- Bank of America launched a suite of small business charge cards (see our blog on this launch). In addition, the bank has partnered with SCORE to develop a five-part series of three-hour workshops for small businesses, entitled “Simple Steps for Starting Your Business.”
- Capital One partnered with Better Business Bureau to introduce Managing Credit – Made Simpler, a set of resources to help small businesses to manage credit.
- American Express OPEN introduced AdManager, a tool to help small businesses manage online advertising campaigns
It is notable that the number of small business campaigns is much larger this year than it was for National Small Business Week in 2010, reflecting the improved economy over the past year, as well as banks’ renewed interest in the small business market.
Over the past couple of weeks, there has been evidence of a continuation of the sometimes tentative recovery in the small business market.
- The Federal Reserve’s Senior Loan Officer Opinion Survey of Bank Lending Practices found a continued easing of lending standards for small firms, as well as a growth in demand for such loans (however, this growth in demand trails that for large and middle market firms).
- A Greenwich survey of small businesses found evidence of significant growth in demand for small business loans (up to now, banks have been claiming that they are willing to lend, but that small business demand has been weak)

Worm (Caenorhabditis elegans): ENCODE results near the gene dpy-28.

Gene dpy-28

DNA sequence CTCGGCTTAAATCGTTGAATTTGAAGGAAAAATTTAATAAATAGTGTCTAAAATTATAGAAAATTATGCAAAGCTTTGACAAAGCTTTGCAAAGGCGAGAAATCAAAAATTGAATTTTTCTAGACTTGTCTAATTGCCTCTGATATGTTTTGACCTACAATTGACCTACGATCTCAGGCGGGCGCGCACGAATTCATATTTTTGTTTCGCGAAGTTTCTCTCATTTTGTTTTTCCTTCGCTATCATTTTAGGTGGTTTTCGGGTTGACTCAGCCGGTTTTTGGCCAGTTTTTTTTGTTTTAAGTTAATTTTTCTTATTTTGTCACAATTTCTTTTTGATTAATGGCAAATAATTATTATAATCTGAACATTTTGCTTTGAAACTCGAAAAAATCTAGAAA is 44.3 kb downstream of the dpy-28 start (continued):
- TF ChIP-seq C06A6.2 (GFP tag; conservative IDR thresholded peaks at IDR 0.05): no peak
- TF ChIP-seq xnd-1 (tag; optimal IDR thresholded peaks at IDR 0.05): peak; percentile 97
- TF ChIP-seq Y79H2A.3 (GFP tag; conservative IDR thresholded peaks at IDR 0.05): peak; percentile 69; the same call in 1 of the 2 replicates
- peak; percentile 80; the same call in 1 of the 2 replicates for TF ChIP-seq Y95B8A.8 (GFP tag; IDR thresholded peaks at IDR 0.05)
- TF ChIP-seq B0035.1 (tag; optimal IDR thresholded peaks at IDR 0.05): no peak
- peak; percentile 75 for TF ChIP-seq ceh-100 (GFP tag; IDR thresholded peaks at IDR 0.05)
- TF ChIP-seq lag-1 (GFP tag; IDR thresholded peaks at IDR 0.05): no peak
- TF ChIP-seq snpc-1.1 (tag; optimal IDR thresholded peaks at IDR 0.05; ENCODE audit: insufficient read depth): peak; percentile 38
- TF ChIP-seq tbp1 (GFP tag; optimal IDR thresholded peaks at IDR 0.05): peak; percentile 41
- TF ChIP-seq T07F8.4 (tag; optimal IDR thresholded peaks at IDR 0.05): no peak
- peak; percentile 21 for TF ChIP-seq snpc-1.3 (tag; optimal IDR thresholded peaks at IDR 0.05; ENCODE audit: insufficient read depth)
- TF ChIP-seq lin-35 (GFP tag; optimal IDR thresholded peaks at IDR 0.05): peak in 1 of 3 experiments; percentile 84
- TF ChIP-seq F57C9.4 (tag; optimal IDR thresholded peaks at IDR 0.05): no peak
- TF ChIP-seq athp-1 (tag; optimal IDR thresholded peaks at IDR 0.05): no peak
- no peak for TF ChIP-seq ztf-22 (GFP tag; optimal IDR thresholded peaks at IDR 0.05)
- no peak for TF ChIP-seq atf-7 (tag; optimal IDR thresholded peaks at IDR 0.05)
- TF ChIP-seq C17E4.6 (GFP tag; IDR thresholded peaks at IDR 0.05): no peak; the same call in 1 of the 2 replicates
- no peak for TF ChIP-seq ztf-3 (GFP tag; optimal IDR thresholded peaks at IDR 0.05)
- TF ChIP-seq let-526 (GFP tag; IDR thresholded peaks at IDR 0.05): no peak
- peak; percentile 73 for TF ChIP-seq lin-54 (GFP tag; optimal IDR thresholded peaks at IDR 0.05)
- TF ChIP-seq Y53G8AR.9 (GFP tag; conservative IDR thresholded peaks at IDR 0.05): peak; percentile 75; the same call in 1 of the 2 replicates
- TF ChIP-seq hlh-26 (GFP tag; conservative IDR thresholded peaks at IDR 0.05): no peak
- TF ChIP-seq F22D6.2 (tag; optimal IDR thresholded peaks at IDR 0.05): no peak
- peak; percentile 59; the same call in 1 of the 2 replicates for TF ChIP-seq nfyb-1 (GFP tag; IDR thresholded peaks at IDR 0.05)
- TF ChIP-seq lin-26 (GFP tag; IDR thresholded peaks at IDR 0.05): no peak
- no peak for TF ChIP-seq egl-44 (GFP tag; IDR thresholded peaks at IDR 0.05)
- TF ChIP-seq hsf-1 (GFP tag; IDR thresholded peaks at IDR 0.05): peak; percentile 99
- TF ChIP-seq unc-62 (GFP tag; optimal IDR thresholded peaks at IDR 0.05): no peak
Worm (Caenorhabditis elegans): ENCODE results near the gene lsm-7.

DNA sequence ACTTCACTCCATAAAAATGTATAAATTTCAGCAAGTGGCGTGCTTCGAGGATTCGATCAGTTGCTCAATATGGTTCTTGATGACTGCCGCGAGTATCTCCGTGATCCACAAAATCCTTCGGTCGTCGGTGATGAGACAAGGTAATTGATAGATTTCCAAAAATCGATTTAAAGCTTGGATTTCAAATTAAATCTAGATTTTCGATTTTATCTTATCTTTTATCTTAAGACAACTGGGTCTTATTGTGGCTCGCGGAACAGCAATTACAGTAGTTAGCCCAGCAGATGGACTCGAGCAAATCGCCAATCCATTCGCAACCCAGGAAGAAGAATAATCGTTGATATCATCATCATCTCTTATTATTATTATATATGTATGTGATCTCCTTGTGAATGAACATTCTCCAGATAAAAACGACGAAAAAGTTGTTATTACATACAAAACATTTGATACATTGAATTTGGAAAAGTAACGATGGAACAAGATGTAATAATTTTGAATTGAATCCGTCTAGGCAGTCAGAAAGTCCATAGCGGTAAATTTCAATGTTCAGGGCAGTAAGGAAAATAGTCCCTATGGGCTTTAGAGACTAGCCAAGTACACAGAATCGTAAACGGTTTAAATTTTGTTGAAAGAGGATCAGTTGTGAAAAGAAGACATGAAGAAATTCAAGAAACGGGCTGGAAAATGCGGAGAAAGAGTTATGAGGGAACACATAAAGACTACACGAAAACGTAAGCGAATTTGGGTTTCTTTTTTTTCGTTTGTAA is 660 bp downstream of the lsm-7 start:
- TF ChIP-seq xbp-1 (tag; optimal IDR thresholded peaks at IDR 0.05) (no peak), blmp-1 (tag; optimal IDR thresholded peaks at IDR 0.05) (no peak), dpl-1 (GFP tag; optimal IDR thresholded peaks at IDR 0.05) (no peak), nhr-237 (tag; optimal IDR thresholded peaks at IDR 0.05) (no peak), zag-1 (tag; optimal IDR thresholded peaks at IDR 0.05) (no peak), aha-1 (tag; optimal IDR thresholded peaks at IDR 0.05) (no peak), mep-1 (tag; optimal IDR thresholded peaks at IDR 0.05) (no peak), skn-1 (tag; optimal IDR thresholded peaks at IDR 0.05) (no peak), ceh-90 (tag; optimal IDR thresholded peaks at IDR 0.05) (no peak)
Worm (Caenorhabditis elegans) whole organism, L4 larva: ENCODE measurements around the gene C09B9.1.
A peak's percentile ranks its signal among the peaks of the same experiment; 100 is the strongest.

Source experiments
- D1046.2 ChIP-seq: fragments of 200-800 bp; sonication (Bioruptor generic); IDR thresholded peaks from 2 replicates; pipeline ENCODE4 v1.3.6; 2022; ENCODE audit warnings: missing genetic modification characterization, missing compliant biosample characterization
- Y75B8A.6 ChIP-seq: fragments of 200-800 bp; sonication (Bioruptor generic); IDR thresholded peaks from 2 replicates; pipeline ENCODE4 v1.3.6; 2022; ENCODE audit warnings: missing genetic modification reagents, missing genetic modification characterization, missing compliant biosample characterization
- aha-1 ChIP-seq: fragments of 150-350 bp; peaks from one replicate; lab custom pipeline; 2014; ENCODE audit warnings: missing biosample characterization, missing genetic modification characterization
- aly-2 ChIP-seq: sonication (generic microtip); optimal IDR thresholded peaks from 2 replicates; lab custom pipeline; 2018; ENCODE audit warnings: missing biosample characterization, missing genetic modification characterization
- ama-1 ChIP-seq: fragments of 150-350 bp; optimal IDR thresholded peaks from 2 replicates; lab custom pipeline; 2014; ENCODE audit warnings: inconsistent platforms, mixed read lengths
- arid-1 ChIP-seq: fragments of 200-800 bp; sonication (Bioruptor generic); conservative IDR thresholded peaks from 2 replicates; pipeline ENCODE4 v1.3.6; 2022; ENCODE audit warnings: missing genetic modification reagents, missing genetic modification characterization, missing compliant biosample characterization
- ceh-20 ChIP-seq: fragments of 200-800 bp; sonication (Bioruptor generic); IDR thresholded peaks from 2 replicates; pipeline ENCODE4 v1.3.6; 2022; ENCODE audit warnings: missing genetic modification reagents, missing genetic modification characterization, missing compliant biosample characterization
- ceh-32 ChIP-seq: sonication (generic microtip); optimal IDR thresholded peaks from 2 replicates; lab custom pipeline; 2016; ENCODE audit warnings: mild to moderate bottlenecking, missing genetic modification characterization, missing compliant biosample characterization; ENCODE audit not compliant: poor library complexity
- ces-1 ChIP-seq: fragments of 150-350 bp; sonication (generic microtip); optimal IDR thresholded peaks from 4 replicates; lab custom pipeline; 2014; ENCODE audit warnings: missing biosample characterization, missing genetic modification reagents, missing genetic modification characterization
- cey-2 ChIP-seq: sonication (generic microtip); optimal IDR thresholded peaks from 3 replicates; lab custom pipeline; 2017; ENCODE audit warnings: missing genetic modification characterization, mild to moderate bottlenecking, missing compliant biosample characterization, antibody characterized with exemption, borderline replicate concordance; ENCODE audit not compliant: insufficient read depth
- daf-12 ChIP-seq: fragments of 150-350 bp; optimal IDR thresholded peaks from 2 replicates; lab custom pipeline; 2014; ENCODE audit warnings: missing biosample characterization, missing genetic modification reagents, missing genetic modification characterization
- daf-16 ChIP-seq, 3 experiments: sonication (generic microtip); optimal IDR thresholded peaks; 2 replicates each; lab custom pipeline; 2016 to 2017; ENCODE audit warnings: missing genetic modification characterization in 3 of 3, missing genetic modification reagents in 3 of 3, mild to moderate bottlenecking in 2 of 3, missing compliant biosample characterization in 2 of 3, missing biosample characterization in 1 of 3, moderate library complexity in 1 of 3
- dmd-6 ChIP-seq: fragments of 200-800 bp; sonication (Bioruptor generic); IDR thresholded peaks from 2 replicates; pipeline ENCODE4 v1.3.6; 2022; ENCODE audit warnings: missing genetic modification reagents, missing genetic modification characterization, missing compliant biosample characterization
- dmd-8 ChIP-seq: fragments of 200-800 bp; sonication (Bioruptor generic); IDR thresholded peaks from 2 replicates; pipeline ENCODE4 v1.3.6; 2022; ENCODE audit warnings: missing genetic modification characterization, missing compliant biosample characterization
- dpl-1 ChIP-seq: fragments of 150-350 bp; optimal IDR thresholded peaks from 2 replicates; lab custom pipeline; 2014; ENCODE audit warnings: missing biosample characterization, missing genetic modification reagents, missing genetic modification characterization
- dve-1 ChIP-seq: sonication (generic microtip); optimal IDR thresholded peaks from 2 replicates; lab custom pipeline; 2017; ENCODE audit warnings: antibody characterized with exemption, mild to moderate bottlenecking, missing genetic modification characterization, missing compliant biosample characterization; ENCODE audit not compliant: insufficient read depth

- According to the latest ADP Small Business Report, private small business employment rose by 84,000 in April 2011. Small business employment fell every month from April 2008 to February 2010, with a total decline during this period of 2.7 million. Since February 2010, private small business employment has grown every month, with a total increase of 788,000.
- Some surveys (such as the latest Capital One Small Business Barometer survey) show an improvement in small business optimism. However, it should be acknowledged that this can be tentative, and other surveys (such as the Wells Fargo/Gallup Small Business Index survey and the NFIB’s Index of Small Business Optimism) registered recent declines.
Banks are now starting to introduce initiatives in anticipation on a sustained small business recovery. At the end of April, Chase committed to lending $12 billion in small businesses in 2011. And some leading banks have introduced small business initiatives around the upcoming National Small Business Week:
- Citibank launched a nationwide small business campaign, starting with a national outreach day. The bank expects to reach 50,000 small businesses through a range of activities
- TD Bank has launched its first small business outreach campaign, with a goal of reaching 25,000 companies during May
- Wells Fargo launched its annual Small Business Appreciation Celebration and introduced the online Business Insight Resource Center
Other national and regional banks, as well as community banks, will be looking at these small business campaigns with interest, and will be trying to determine if they constitute a one-off to coincide with National Small Business Week, or the tipping point for an industry-wide re-commitment to this segment. If it is the latter, these other banks will need to quickly develop and introduce small business marketing and sales support programs, so that they are not left behind, as small business recovery takes hold.